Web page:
Date of Award

7-30-2013

Document Type

Thesis

Degree Name

Master Of Arts In Clinical Psychology

Colleges & School

College Of Arts And Sciences

First Advisor

Asuncion Miteria Austria, PhD

Library of Congress Subject Heading

War casualties; Well-being; Public opinion

Abstract

Preliminary survey evidence suggests the majority of adult Americans view the world, including America, as experiencing a recent and remote history of increasing rates of deaths related to warfare and violent crime. Contrary to this possibly commonly held belief, a large body of evidence demonstrates that we may be living in the most peaceful point in human history both at home and abroad. It is possible that the majority of Americans hold a view of a world and country which have become more violent when the converse is objectively true. Further research to define prevailing views on historic trends in global and American rates of death related to warfare and crime is warranted. This was the first principal goal of this research project. Individuals and groups often envision a likely future world, based on, at least in part, a continuation of past trends. It is possible that hope, or lack thereof, for a more peaceful world in the future is being dampened by a commonly held view of America and the world as having become more violent. This question is a testable hypothesis and one worth exploring. Correlating the relationship, if any, between perceived past rates of death due to warfare and homicide and beliefs of perceived likely future rates was the second principal goal of this study. Emotional health may be negatively impacted by the perception of a world and homeland becoming increasingly more violent. As such, the final principal goal of this research project was to explore the relationship, if any, between expected future rates of death related to war and homicide and emotional well-being.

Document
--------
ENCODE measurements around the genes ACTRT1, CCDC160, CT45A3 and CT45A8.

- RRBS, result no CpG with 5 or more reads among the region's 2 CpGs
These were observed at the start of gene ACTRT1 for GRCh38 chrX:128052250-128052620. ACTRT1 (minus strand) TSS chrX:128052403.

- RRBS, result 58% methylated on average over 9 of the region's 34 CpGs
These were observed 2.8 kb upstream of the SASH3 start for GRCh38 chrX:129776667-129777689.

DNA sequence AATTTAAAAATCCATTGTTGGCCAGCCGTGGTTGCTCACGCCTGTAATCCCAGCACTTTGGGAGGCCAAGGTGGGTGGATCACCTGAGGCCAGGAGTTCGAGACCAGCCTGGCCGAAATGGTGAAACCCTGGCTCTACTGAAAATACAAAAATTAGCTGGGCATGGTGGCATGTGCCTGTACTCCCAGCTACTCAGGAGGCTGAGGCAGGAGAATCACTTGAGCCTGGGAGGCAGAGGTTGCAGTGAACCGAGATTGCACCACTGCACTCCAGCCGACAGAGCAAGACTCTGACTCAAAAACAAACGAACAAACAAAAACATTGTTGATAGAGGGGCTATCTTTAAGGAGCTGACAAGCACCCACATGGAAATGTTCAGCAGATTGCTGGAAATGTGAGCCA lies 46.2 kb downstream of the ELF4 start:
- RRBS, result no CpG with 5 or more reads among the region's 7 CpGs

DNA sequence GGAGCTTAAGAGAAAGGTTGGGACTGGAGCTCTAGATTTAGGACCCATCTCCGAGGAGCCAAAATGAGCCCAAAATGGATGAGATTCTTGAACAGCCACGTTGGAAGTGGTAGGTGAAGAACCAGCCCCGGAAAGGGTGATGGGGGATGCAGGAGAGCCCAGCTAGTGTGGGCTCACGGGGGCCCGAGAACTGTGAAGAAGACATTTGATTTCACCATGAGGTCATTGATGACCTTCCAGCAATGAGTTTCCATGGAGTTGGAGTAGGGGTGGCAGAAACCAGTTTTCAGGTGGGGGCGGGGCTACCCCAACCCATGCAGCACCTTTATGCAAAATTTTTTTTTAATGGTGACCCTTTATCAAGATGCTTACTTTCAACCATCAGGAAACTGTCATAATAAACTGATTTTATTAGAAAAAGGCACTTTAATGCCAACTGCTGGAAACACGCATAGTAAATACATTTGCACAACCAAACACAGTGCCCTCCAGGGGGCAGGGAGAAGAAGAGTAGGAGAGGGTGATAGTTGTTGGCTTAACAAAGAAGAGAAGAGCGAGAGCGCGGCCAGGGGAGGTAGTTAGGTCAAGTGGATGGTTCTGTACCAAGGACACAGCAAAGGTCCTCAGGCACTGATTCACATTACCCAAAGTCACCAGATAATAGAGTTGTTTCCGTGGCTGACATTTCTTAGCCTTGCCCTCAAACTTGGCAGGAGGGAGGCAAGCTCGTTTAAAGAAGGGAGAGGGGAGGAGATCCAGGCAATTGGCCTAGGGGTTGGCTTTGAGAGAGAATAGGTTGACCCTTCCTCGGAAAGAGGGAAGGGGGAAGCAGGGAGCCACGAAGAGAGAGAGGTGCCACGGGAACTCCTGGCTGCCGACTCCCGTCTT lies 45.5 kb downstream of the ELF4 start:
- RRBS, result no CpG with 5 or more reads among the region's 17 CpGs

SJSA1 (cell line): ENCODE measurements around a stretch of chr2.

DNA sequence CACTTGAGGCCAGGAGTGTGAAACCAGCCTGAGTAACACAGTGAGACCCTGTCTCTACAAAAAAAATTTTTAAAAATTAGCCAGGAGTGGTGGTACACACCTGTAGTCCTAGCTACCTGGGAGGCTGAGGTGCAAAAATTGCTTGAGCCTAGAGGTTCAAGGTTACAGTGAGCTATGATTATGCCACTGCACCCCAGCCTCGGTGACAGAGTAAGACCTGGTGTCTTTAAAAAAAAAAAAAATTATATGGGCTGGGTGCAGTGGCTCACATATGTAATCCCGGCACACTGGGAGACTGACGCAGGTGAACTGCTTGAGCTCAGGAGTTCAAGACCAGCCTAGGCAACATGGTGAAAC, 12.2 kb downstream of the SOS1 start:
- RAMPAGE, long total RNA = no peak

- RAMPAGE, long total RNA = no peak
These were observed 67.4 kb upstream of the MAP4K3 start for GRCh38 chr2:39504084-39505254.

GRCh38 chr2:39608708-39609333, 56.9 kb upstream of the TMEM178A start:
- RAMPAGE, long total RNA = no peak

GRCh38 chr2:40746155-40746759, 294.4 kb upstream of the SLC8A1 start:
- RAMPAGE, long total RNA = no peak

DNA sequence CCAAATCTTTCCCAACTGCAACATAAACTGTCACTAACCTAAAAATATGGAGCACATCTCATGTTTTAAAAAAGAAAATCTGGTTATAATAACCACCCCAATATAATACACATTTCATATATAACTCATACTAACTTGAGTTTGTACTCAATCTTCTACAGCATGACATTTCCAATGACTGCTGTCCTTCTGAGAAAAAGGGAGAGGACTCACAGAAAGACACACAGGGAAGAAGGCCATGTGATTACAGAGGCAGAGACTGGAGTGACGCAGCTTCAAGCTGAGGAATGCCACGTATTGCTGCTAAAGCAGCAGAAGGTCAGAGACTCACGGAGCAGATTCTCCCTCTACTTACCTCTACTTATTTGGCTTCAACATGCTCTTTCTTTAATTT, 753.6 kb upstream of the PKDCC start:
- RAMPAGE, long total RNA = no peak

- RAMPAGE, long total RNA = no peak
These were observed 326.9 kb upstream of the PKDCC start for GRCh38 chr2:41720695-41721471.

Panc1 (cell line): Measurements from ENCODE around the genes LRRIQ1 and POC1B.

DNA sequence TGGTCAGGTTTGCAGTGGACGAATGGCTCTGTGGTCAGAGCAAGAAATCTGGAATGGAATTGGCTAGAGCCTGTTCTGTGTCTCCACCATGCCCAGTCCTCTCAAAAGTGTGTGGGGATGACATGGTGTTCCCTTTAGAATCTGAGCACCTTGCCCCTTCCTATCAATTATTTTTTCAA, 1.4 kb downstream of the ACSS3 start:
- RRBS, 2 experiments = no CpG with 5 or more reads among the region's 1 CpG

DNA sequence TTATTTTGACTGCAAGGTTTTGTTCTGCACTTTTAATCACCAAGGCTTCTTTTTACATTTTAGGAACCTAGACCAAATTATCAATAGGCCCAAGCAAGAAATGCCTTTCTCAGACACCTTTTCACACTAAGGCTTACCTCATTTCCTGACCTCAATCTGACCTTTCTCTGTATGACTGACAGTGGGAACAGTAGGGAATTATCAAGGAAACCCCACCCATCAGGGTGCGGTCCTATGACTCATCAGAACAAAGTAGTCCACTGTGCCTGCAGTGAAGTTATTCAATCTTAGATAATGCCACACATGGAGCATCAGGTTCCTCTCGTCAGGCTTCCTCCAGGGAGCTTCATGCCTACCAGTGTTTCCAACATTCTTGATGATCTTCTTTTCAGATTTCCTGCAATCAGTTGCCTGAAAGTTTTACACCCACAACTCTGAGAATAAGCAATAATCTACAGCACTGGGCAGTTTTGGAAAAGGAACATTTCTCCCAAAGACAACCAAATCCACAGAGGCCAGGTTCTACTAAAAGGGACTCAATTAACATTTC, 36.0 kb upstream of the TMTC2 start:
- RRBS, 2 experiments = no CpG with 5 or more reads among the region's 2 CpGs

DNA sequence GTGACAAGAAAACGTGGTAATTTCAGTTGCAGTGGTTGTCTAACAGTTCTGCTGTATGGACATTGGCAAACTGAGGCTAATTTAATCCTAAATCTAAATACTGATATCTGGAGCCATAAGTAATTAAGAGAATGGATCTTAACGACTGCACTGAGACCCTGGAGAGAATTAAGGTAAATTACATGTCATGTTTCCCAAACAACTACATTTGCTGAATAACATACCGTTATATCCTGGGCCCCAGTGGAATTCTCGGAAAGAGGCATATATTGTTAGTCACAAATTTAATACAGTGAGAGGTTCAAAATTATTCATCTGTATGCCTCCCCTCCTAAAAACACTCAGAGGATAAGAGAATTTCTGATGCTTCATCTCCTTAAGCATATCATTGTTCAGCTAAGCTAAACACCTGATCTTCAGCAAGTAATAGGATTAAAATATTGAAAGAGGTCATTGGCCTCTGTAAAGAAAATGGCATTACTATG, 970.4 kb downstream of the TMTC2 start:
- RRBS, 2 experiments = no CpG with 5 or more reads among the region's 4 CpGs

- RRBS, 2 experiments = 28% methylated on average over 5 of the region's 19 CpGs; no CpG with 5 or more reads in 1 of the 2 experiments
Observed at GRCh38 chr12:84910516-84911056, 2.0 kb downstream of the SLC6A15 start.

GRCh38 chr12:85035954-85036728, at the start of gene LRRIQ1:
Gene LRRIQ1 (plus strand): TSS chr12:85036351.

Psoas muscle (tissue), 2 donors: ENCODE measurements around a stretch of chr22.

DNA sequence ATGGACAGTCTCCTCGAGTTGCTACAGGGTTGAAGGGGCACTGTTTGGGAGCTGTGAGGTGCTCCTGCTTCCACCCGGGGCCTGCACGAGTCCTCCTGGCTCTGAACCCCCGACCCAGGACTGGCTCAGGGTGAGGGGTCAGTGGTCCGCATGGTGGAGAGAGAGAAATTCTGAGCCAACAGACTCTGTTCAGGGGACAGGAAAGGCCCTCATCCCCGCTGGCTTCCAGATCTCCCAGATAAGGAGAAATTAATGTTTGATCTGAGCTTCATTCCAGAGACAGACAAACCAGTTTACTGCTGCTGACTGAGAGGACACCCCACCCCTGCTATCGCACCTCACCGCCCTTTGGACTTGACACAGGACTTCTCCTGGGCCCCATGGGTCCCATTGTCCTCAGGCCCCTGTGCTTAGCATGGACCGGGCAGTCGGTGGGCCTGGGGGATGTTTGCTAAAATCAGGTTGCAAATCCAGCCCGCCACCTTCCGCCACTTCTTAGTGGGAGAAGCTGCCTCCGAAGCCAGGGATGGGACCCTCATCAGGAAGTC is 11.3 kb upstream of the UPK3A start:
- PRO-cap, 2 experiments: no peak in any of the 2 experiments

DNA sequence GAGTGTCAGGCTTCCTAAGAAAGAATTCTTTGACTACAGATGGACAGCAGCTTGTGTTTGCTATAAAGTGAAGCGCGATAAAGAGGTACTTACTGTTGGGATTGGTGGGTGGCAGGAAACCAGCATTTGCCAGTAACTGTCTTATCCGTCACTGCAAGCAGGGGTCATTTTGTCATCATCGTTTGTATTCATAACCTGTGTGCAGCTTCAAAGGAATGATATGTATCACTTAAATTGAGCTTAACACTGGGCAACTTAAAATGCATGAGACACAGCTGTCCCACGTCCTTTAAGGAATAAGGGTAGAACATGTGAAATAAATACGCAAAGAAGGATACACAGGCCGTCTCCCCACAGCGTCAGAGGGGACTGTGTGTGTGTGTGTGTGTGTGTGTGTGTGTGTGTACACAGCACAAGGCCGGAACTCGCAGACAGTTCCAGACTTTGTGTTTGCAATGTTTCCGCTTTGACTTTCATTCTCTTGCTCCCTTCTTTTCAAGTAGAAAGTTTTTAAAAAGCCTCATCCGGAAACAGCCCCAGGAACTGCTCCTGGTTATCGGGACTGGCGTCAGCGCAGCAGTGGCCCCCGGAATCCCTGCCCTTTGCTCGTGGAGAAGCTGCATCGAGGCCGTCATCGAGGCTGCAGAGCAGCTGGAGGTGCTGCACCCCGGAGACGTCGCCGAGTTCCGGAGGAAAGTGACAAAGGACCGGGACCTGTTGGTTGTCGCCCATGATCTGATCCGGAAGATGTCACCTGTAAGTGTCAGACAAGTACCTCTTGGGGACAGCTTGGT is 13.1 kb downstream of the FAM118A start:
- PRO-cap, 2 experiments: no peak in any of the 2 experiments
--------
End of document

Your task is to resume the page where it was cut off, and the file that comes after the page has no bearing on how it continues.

Rights

On-Campus Access

OCLC Number

855115431

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